Not long after the digital revolution camera phones started to make an appearance. After all how often did you wish you had a camera but were unable to capture the moment because you didn’t have your camera with you? Now you too could take a photo with a mobile communication device and rejoice that you managed to take a truly awful, blurry image that was jpeged to hell with abysmal colours. Now your photo collection started to resemble a poor digital television reception but that was okay as it was “free”, except you had to pay through the nose to obtain the “must have” phone that you could show off to your mates in the pub. Shame that the quality of the photos were so bad that you would be better off deleting them rather than try and pretend that they were any where near the quality of a 6” x 4” photo from even the cheapest of film processor labs…. And now you realise that your memories have been ruined by inferior technology.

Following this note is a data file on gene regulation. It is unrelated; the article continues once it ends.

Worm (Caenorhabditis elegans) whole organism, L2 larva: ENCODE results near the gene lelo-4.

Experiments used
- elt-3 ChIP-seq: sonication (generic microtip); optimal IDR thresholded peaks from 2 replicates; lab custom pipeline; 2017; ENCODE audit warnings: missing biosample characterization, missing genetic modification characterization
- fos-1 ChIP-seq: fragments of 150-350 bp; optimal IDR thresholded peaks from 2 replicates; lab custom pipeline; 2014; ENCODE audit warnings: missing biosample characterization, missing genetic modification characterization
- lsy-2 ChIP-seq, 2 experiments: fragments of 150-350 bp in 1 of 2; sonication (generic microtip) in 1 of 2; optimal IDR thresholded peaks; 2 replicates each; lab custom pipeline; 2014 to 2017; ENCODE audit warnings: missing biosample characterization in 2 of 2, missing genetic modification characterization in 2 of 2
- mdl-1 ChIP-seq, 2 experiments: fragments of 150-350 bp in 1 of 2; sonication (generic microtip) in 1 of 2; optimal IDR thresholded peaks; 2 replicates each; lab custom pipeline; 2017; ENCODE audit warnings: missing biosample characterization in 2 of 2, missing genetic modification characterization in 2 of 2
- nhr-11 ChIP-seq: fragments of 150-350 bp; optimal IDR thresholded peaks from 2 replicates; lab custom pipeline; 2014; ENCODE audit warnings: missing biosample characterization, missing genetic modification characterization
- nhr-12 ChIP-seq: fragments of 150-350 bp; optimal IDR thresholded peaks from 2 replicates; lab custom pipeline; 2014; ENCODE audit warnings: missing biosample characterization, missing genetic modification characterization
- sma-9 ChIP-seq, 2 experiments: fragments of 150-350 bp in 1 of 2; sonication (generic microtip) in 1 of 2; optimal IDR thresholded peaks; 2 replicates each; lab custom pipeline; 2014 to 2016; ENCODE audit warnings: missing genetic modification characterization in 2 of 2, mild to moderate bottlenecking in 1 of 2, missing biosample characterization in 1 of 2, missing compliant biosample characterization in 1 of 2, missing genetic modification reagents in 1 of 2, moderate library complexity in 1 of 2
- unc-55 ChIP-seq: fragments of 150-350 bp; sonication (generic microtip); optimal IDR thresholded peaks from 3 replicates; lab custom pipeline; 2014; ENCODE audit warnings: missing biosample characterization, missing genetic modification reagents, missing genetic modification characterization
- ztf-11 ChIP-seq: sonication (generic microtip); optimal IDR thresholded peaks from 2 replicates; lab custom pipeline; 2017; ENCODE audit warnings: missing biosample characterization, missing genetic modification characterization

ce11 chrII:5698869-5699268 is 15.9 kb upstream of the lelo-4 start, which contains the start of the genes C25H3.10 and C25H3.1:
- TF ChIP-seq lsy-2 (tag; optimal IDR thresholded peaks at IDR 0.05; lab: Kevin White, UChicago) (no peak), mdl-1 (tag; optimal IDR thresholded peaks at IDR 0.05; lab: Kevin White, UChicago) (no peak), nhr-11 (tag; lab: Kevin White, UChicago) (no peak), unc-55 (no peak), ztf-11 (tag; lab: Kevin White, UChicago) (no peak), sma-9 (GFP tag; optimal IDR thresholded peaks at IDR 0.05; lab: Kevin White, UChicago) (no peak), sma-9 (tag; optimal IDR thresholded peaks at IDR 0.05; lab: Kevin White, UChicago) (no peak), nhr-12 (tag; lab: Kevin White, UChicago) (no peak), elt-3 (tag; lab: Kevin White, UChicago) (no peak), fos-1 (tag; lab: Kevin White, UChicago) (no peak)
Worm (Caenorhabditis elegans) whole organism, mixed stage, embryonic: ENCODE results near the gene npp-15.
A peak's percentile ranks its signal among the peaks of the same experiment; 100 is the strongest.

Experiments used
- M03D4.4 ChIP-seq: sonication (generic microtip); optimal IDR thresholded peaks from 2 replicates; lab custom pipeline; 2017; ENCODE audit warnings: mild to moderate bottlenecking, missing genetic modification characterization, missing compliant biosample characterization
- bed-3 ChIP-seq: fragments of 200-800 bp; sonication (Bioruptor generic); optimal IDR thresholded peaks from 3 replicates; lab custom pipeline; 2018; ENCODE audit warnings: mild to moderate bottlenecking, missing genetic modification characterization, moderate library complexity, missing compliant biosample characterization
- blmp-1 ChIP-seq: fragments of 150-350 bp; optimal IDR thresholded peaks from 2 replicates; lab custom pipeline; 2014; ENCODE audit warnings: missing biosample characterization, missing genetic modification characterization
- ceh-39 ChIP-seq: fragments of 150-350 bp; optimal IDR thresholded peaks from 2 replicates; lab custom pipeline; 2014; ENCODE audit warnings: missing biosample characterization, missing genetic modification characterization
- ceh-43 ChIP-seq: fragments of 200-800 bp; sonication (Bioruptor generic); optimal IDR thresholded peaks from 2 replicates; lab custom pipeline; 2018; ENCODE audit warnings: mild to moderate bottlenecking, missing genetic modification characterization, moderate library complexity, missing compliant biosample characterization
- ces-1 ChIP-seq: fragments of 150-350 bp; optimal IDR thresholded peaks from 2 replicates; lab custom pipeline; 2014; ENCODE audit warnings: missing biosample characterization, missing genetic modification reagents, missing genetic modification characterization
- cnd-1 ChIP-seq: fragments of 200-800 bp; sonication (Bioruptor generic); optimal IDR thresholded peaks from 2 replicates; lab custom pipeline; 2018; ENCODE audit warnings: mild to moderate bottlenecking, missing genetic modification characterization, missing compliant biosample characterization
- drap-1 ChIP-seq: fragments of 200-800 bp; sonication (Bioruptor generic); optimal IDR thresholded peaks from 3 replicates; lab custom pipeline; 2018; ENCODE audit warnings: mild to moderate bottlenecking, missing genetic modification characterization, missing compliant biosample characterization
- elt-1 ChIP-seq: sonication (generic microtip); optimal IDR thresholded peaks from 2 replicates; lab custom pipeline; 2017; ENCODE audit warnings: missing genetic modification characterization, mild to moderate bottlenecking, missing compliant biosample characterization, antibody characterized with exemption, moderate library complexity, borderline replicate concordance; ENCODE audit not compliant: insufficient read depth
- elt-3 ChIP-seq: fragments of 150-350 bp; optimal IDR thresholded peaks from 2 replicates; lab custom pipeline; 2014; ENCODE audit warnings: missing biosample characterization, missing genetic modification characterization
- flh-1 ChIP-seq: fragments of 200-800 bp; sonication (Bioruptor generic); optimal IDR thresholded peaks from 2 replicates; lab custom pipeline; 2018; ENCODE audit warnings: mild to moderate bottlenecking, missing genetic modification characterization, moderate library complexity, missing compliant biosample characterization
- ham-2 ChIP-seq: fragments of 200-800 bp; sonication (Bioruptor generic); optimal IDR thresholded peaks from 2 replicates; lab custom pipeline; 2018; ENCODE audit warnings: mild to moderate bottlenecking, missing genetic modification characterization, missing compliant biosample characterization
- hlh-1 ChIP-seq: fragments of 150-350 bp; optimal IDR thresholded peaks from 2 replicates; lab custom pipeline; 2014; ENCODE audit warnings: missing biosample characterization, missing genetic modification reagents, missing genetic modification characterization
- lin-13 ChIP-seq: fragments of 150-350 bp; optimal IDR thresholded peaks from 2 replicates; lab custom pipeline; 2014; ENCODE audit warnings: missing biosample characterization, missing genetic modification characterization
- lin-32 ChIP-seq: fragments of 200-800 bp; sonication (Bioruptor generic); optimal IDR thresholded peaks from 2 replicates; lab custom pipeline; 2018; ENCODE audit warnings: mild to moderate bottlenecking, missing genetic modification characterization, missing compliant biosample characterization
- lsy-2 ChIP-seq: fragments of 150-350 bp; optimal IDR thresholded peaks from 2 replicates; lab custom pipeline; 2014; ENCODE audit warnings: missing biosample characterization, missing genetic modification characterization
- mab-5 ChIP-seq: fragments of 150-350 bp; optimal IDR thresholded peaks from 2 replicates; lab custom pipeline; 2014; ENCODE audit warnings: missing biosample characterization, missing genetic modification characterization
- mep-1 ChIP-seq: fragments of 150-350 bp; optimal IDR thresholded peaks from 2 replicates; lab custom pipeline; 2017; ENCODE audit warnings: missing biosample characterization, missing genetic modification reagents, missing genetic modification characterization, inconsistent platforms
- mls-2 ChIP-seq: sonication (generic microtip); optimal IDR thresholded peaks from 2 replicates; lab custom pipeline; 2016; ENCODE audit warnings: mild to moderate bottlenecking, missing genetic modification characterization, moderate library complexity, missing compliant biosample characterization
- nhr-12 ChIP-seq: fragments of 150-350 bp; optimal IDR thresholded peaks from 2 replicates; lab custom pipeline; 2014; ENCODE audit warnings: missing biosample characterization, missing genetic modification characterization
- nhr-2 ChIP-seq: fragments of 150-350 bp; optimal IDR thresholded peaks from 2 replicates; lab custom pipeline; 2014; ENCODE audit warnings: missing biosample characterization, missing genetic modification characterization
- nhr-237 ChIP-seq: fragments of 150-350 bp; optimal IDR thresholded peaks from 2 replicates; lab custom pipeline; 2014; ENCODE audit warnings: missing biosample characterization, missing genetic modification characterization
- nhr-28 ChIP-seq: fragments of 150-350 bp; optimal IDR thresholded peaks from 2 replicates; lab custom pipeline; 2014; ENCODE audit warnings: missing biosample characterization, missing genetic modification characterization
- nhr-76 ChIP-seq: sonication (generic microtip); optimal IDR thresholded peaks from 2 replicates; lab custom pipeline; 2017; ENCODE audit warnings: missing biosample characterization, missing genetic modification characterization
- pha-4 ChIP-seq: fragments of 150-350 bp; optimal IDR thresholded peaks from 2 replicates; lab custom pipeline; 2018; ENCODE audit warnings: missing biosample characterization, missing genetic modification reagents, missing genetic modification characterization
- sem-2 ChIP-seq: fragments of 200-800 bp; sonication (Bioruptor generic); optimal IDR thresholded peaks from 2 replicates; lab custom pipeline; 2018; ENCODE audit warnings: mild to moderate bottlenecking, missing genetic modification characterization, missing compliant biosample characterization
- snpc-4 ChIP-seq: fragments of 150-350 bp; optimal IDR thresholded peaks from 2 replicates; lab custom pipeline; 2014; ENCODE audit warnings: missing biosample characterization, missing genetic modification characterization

Next we even had the ability to print our own photos. Yes, you too can have the ability to print mediocre photos from your own inkjet printer with paper that is easily marked and has printer lines running through it, and the ink is more expensive than champagne per millilitre! Despite this millions fell for it. The idea that a fifty quid printer was going to somehow match the quality of a hundred thousand pound minilab didn’t seem to put people off…. (Yes they really did cost that!)

Soon we learned that the value of photography had fallen through the basement and had entered bargain bucket status. Many professional companies struggled to keep up with the changing markets - I should know I worked for a pro lab in Edinburgh which went bust. We dropped our prices, offered more value but ultimately the end result was people no longer cared about quality and just wanted quantity. We refused to compromise on quality and the end result was the company no longer trades. I’m not sad though. There are millions of high quality 6” x 4” prints that we did that will be around long after I’m dead. I don’t think you could say the same for your digital photos!